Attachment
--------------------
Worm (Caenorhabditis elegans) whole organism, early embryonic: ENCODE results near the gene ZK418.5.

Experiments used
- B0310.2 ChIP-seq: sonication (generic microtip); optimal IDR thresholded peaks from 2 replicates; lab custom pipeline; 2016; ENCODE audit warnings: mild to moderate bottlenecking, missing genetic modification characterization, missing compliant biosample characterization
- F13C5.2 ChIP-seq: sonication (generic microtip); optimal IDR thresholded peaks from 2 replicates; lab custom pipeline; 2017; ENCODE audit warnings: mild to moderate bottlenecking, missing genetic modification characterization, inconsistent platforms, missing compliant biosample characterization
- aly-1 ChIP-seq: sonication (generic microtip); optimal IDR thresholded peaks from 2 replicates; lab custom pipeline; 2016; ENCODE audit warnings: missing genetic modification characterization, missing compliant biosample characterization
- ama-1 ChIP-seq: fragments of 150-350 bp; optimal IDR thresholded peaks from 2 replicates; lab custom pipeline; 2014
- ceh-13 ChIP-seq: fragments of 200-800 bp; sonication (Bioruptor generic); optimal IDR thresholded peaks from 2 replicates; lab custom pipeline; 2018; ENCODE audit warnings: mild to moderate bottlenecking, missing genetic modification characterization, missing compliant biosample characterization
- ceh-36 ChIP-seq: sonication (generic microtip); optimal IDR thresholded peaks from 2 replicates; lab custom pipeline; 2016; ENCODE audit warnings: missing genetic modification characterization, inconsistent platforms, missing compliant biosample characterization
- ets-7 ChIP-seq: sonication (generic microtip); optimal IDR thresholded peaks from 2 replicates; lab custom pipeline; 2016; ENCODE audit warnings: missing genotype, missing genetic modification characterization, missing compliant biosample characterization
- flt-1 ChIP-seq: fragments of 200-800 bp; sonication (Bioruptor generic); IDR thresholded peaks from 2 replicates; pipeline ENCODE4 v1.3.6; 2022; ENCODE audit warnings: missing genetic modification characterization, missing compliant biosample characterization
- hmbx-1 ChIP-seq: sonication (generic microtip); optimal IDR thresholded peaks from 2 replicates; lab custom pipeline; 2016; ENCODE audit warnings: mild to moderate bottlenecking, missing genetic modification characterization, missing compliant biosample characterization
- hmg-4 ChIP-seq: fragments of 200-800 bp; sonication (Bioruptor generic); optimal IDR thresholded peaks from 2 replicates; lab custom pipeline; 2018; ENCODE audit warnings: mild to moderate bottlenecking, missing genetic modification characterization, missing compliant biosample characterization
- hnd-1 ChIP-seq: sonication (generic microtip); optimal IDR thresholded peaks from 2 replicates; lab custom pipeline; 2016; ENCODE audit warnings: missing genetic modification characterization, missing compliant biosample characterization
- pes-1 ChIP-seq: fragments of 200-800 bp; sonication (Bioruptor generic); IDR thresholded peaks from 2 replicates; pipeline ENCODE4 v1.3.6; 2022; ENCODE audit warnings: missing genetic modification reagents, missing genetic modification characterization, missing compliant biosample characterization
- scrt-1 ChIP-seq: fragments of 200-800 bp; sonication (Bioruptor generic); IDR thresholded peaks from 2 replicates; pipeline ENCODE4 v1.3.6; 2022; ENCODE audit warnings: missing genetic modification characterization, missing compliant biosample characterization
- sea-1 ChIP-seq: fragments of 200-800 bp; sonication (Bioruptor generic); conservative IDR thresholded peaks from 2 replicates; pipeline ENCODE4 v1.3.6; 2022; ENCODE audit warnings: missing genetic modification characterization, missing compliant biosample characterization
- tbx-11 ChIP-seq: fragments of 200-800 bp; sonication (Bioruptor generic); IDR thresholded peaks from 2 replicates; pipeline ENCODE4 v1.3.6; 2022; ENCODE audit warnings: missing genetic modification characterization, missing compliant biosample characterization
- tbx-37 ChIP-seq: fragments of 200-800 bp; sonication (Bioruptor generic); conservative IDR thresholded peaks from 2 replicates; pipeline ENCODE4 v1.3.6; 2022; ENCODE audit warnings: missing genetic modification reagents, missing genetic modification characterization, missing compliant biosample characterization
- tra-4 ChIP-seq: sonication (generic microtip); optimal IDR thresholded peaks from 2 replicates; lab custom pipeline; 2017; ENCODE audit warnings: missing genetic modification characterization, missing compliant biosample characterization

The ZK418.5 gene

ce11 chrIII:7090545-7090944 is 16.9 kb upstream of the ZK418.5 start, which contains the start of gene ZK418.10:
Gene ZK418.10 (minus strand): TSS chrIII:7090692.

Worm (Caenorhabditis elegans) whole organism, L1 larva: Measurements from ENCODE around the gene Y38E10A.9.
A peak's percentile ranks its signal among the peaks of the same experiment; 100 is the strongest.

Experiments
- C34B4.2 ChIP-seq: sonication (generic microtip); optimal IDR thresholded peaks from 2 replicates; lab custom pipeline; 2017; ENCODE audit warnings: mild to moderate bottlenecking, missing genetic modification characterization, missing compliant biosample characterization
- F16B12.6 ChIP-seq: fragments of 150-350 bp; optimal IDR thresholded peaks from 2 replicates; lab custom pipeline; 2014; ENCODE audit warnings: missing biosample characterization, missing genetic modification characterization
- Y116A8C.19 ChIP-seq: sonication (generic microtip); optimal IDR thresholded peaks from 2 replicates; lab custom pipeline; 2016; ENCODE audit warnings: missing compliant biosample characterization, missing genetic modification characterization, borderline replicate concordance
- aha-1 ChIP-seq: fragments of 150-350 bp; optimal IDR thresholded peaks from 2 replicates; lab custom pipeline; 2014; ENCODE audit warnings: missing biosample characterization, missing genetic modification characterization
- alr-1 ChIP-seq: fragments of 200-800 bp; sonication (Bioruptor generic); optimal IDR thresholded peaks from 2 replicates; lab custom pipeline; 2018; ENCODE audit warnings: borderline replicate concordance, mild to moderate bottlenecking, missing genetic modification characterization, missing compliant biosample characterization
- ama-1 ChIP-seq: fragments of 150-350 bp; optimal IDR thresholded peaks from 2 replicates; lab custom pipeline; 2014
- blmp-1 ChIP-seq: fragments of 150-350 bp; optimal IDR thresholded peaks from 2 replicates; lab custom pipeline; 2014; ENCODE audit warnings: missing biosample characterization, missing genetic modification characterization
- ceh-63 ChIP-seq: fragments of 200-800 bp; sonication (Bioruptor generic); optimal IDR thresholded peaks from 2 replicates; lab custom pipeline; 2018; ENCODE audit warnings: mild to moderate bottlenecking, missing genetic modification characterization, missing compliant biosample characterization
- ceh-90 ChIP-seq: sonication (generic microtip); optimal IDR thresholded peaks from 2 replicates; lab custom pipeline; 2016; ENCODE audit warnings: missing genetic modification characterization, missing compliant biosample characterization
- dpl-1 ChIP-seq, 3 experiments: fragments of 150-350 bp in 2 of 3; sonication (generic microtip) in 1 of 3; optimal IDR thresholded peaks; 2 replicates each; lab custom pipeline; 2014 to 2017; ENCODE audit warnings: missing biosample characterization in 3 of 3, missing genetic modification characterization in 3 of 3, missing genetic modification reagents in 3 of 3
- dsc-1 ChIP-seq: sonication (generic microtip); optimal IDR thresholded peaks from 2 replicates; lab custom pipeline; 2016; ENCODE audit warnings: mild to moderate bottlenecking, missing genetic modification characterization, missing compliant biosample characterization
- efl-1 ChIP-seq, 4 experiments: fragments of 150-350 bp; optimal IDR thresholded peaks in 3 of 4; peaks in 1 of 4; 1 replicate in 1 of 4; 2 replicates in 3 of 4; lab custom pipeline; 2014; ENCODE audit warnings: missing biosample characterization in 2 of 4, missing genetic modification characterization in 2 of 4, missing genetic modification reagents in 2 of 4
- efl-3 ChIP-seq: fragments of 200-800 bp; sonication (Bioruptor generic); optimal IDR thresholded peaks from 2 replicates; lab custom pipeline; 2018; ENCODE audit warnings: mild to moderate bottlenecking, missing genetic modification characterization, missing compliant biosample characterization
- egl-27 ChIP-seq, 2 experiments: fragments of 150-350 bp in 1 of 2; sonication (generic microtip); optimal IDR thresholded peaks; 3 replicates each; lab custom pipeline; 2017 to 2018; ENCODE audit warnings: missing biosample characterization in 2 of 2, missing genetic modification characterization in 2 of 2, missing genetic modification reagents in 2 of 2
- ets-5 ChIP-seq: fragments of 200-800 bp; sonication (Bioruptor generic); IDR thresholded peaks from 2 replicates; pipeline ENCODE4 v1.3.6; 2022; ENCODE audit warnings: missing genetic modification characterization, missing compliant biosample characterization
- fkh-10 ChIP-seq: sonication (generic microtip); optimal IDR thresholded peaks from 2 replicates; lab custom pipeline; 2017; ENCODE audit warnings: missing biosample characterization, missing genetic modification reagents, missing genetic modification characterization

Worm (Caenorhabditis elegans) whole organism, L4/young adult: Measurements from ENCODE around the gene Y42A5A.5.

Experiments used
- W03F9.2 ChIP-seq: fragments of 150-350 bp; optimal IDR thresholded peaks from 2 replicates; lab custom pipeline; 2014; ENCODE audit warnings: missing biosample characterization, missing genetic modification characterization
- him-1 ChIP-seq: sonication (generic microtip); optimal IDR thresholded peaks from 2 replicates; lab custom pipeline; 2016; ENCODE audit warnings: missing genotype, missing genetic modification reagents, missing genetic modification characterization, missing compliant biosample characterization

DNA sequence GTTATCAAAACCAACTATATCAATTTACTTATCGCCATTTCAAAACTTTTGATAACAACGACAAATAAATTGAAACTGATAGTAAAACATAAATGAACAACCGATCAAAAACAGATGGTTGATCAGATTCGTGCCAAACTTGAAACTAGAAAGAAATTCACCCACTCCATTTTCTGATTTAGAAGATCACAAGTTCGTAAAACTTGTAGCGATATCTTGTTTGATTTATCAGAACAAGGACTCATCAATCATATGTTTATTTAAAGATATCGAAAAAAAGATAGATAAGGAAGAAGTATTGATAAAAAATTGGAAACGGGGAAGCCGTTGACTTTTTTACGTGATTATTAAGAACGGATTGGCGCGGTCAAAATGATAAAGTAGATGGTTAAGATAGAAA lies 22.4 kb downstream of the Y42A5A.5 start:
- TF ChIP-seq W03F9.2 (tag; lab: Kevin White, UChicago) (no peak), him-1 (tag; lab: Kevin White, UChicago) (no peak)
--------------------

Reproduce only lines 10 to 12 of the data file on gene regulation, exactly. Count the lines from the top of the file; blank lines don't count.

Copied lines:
- flt-1 ChIP-seq: fragments of 200-800 bp; sonication (Bioruptor generic); IDR thresholded peaks from 2 replicates; pipeline ENCODE4 v1.3.6; 2022; ENCODE audit warnings: missing genetic modification characterization, missing compliant biosample characterization
- hmbx-1 ChIP-seq: sonication (generic microtip); optimal IDR thresholded peaks from 2 replicates; lab custom pipeline; 2016; ENCODE audit warnings: mild to moderate bottlenecking, missing genetic modification characterization, missing compliant biosample characterization
- hmg-4 ChIP-seq: fragments of 200-800 bp; sonication (Bioruptor generic); optimal IDR thresholded peaks from 2 replicates; lab custom pipeline; 2018; ENCODE audit warnings: mild to moderate bottlenecking, missing genetic modification characterization, missing compliant biosample characterization